Ten tips to keep your MOT business on track
In this article: Keep your MOT business in perfect working order by following these 10 important tips
Running any business requires a certain amount of attention to detail, so that you have all your administration up to date and equipment is correct, in working order and easily accessible.
It’s no different if you run an MOT business, but it’s simple enough to make sure everything is in order by following the below tips:
1. Make sure your contingency documents are up to date?
It’s common to find the old ones, but you need a copy of a CT20 and CT30. If you can’t find them, don’t worry, you can print or download these forms from the MOT Tester’s homepage. If you have the right versions, they will have CT20/1.1 or CT30/1.1 at the bottom of the page.
You can keep these electronically or print one and keep it to photocopy, whatever you do, just make sure they’re secure. You shouldn’t be giving these to the garage next door as its printed with the details of the issuing station. There is no longer an advisory document, but you can always add advisories to section six of the CT20 document.
2. Where’s your appeals form?
As with the contingency documents, a VT17 appeals form is available online, however the Guide to Testing requires MOT stations to issue this if requested, so you’re better off know exactly where it is.
3. Check your gas leak detector spray
If you haven’t had reason to use it, you could end up needing it but finding the can is empty or its just missing, so don’t become complacent, make sure its full and exactly where it should be.
4. Don’t overlook your decelerometer
Many calibration agents won’t calibrate the decelerometer, and coupled with a two-yearly calibration period means that its easily overlooked. But if you want to stay on top of things, make sure it isn’t overlooked.
5. Get the right tyre tread depth gauge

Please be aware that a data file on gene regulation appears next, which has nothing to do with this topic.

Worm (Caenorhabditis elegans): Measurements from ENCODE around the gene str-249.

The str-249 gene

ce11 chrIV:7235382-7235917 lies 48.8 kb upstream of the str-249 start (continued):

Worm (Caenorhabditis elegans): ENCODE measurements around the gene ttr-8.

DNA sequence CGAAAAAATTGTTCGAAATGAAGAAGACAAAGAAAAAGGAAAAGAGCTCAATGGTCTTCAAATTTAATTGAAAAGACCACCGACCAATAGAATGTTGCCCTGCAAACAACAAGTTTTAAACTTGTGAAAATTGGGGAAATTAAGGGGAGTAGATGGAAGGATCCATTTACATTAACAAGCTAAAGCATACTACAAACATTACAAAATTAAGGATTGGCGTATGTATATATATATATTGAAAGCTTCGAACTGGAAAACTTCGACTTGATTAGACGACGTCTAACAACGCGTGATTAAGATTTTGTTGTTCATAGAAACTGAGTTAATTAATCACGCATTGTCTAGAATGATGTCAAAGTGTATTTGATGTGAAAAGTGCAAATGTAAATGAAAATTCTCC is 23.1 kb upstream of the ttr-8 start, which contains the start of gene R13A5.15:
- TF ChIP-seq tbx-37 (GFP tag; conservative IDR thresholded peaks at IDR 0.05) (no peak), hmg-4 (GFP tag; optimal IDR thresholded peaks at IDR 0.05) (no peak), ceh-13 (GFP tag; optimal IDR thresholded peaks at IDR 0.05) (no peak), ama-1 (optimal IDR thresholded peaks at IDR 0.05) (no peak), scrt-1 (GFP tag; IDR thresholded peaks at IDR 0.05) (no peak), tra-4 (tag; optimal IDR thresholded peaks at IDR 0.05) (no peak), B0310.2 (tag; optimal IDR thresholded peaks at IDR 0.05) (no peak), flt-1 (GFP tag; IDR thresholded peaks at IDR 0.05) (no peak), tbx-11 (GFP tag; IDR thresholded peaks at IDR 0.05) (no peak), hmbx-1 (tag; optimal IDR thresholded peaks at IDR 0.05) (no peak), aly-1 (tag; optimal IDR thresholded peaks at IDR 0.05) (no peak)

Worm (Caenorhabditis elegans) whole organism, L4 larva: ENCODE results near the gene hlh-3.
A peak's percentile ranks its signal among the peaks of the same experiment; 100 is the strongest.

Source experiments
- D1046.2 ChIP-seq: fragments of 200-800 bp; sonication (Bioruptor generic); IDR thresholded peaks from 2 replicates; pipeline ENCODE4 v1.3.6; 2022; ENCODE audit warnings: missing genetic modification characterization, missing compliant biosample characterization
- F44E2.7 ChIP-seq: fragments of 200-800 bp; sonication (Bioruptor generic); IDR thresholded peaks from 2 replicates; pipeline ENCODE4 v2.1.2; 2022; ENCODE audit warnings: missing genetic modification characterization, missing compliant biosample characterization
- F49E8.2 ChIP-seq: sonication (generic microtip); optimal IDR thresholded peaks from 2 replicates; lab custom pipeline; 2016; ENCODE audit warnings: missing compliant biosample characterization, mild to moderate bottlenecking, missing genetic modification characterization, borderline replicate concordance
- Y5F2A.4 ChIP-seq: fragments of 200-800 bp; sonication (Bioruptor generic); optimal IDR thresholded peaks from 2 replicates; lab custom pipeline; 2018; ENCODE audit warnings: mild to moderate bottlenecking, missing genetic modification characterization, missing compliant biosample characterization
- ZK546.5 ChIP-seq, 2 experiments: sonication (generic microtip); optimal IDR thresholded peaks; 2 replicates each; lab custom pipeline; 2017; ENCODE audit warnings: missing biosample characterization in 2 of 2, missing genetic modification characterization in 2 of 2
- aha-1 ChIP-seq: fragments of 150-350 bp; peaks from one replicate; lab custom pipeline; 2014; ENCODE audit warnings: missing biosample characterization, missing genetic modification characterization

That old “green foot” tyre tread depth gauge is ok, isn’t it, especially as it’s on the DVSA’s list of acceptable equipment. However, DVSA won’t run your business for you, it’s up to you to select the best equipment to meet your needs. Digital gauges are far more accurate and I often find tyres that are “advisories” when measured with a green foot, yet become a clear-cut case of illegal at, for instance, say 1.57mm using a digital instrument.
Many garages supply a grotty old green foot, which falls into disuse as the tester starts using his own digital gauge, but you need to be cautious, make sure whatever device is being used is one on the list of acceptable equipment. And a device that meets all the relevant standards should only cost roughly £50 and will pay for itself quickly.
6. Keep your MOT notice board clean and clear
One of the first things a DVSA visitor looks at is your notice board. Its DVSA’s tiny bit of corporate image, yet often the notices are untidily arranged, out of date, faded, the cover is fractured with browning Sellotape repairs. Often, it’s so bad a large pot plant is used by the receptionist to hide the eyesore. You wouldn’t treat the corporate image of your business with such contempt, so why your MOT authorisation?
7. What’s being Tested now?
Yep, that’s it, right now. If you’re a manager, do a snap check. Who is logged on to a test now? Firstly, is it a vehicle that should be being tested by your garage? Next, is it on site? Is the tester? Is it on a two-poster ramp, having a service and MOT combined? (Hopefully not, Ed). I visited one of the garages I work for on a Saturday morning, and the owner phoned me and asked me why I was limping. He was taking a squint at the CCTV to see who was doing what while he had breakfast. Wise man! Make a simple record of security checks, so you can prove you do this.
8. That Blue Three Triangles sign
I know, it must be there, after all, you see the front of the garage most days? But it’s odd how they go missing after a repaint, or simply become very faded, but you’re an MOT test centre, show the sign with pride.
9. MOT Viewing
If it’s in the workshop, the oxy acetylene equipment, floor cleaning machine and ladder probably shouldn’t be stored in it, rather put away in the correct place. And if it’s related to CCTV systems, is it ever switched on?
10. Annual Training
The clock is ticking, and no business stands still, so the sooner you start thinking and implementing a training plan the better. Your IMI can help with this, take a look at the development and training programmes it offers.